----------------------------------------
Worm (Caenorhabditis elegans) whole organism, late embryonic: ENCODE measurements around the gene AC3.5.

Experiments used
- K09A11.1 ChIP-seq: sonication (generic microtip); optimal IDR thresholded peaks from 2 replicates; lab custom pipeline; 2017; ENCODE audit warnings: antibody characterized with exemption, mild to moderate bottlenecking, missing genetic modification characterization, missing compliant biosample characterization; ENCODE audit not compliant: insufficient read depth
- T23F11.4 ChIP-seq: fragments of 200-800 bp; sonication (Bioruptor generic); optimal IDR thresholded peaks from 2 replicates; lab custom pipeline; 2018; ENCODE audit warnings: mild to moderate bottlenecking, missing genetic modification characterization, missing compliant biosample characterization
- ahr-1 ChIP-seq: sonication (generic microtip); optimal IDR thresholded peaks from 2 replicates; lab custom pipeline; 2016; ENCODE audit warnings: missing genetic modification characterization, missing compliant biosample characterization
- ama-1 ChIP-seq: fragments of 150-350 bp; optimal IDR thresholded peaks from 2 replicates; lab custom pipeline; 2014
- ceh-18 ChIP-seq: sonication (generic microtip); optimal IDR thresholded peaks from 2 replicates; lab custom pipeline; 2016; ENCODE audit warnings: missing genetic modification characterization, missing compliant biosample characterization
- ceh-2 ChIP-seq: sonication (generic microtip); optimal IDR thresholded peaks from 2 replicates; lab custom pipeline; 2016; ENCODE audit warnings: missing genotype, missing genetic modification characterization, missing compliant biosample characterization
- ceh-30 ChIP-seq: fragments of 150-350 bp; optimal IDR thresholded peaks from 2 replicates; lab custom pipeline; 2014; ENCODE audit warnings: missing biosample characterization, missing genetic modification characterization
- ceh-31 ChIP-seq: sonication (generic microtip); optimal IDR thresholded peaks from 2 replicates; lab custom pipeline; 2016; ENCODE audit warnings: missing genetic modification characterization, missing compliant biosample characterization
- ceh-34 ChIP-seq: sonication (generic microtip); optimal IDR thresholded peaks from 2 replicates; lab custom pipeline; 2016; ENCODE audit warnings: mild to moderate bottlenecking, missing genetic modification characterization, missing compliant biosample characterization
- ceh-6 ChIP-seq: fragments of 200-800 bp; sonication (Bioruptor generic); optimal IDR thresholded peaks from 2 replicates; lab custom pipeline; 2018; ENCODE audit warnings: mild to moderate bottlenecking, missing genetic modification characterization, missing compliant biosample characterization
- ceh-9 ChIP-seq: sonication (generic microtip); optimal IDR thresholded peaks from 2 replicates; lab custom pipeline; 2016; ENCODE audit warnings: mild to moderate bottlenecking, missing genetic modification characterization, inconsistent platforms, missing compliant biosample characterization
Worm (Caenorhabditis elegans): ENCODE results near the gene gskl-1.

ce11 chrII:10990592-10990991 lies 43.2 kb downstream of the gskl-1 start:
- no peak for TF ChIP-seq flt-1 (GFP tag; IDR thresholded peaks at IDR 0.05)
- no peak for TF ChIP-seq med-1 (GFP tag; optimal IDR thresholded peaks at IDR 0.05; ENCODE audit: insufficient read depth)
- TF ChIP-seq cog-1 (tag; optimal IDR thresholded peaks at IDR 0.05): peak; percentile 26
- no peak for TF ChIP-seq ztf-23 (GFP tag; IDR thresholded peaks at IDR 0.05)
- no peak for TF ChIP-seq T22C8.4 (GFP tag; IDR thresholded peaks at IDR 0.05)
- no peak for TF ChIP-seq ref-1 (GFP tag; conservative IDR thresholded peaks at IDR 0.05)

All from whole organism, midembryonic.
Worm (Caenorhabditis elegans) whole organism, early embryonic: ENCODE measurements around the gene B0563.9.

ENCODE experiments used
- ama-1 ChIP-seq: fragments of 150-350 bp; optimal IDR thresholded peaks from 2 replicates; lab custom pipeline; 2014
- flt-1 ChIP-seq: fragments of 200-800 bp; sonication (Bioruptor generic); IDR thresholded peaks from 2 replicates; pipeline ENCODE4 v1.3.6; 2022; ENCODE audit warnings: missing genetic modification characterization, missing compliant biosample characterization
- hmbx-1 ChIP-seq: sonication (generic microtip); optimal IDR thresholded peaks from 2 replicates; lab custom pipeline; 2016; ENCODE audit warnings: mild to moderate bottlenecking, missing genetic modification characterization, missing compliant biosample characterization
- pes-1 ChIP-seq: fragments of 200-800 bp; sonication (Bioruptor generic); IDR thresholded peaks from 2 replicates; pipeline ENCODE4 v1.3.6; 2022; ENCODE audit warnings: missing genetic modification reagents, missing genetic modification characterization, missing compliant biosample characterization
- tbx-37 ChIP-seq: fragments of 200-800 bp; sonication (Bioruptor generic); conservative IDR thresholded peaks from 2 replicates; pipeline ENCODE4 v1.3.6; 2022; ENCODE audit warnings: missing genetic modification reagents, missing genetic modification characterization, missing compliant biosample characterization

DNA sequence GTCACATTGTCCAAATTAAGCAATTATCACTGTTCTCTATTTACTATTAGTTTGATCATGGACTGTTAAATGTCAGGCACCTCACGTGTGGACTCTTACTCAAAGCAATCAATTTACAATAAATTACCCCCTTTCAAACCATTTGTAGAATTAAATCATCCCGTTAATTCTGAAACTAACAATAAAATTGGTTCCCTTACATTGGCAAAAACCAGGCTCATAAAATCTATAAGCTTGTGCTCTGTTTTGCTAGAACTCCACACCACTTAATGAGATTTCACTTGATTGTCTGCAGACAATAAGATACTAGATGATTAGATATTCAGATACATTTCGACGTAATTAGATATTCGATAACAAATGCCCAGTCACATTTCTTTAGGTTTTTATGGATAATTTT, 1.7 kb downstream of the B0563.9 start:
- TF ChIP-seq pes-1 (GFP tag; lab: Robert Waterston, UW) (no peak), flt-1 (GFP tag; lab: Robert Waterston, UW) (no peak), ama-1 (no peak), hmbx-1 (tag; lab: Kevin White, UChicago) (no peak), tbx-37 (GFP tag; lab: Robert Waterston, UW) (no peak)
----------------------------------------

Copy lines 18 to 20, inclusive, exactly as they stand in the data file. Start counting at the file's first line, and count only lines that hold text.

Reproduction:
- TF ChIP-seq cog-1 (tag; optimal IDR thresholded peaks at IDR 0.05): peak; percentile 26
- no peak for TF ChIP-seq ztf-23 (GFP tag; IDR thresholded peaks at IDR 0.05)
- no peak for TF ChIP-seq T22C8.4 (GFP tag; IDR thresholded peaks at IDR 0.05)